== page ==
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Former Michigan Sen. Carl Levin dies

Former U.S. Sen. Carl Levin stands in front of Wayne State University Law School. Levin is distinguished legislator in residence at the Law School and chair of the Levin Center at Wayne Law. (Photo taken June 11, 2015)
John F. Martin / Wayne State University
Former U.S. Sen. Carl Levin stands in front of Wayne State University Law School. Levin was distinguished legislator in residence at the Law School and chair of the Levin Center at Wayne Law. (Photo taken June 11, 2015)

The longest-serving U.S. Senator from Michigan has died.

Carl Levin rose from Detroit’s City Council, to become chair of the U.S. Senate Armed Services Committee. The Detroit Democrat is remembered as a relentless questioner, whose gaze through the thin glasses habitually perched low on his nose pierced everyone from corporate executives to Pentagon officials. He led investigations into the 2008 financial crisis, and told military leaders they must lift the ban on gays in the military.

He passed away Thursday in Detroit.

About a decade ago, Levin told WDET his fight over the so-called “Don’t Ask…Don’t Tell” policy had become a partisan showdown.

“I think that this is a very bad policy and ought to be repealed," Levin said. "But again I never thought it should have been put in place to begin with. It’s unbelievable to me that the Republicans who say that they are so supportive of the military are filibustering a bill which provides for the military for the entire year… because it has one provision in there that they don’t like.”

Carl Levin was born in Detroit in 1934. He served on the Detroit City Council from 1970 to 1977. He narrowly won election to the U.S. Senate in 1978, beating Republican Senator Robert Griffin. After a close re-election in 1984, he won subsequent terms by large margins until his retirement in 2015. He was Michigan's longest serving U.S. Senator.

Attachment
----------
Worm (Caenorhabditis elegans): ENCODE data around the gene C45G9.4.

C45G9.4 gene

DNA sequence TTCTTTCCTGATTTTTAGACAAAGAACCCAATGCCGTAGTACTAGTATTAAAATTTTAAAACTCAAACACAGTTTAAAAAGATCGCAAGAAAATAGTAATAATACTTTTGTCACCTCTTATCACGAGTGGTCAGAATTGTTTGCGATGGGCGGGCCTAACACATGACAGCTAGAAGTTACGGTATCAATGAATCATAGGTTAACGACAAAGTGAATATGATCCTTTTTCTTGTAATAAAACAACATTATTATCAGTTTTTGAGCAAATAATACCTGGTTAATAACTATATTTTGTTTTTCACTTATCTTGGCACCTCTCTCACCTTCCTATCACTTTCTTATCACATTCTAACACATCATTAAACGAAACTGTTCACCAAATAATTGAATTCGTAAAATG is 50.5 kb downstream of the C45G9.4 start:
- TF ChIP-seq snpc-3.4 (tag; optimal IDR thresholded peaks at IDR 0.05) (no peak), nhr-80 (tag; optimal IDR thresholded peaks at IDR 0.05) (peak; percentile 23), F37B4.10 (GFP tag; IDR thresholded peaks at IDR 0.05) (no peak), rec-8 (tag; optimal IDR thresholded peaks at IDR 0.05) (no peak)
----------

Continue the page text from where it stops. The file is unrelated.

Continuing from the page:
Earlier this year, Levin published a memoir in which he first announced his three year fight with cancer.

In an April interview, Levin said his brand of bipartisanship in Washington was severely diminished, but was not gone forever.

“I don’t think anything that’s useful is gone forever," he said. "I think it’s so obvious that the only way you can get things done is by compromise.”

Levin called bipartisanship "essential to governing."

“You don’t have to give up your principals," he said. "It’s the only way, really, in difficult situations of helping to achieve those principals, or at least most of the principals. You’re not going to get everything you want. Nobody does in a diverse Democracy.”

Following his retirement from the Senate, Levin served as the Distinguished Legislator in Residence at the Wayne State University Law School, and was chair of the Levin Center at the university.

Carl Levin was part of a political dynasty in Michigan. His brother, Sander, served in the U.S. House from 1983 to 2019. That seat is now held by Carl Levin's nephew, Andy Levin. Carl Levin's uncle, Theodore, was Chief Judge on the U.S. District Court for the Eastern District of Michigan, and his cousin served on the Michigan Supreme Court.

Sen. Carl Levin is survived by his wife, Barbara, three daughters, and six grandchildren. He was 87 years old.

Quinn Klinefelter
Mike Horace is WCMU's Radio Program and Operations Manager.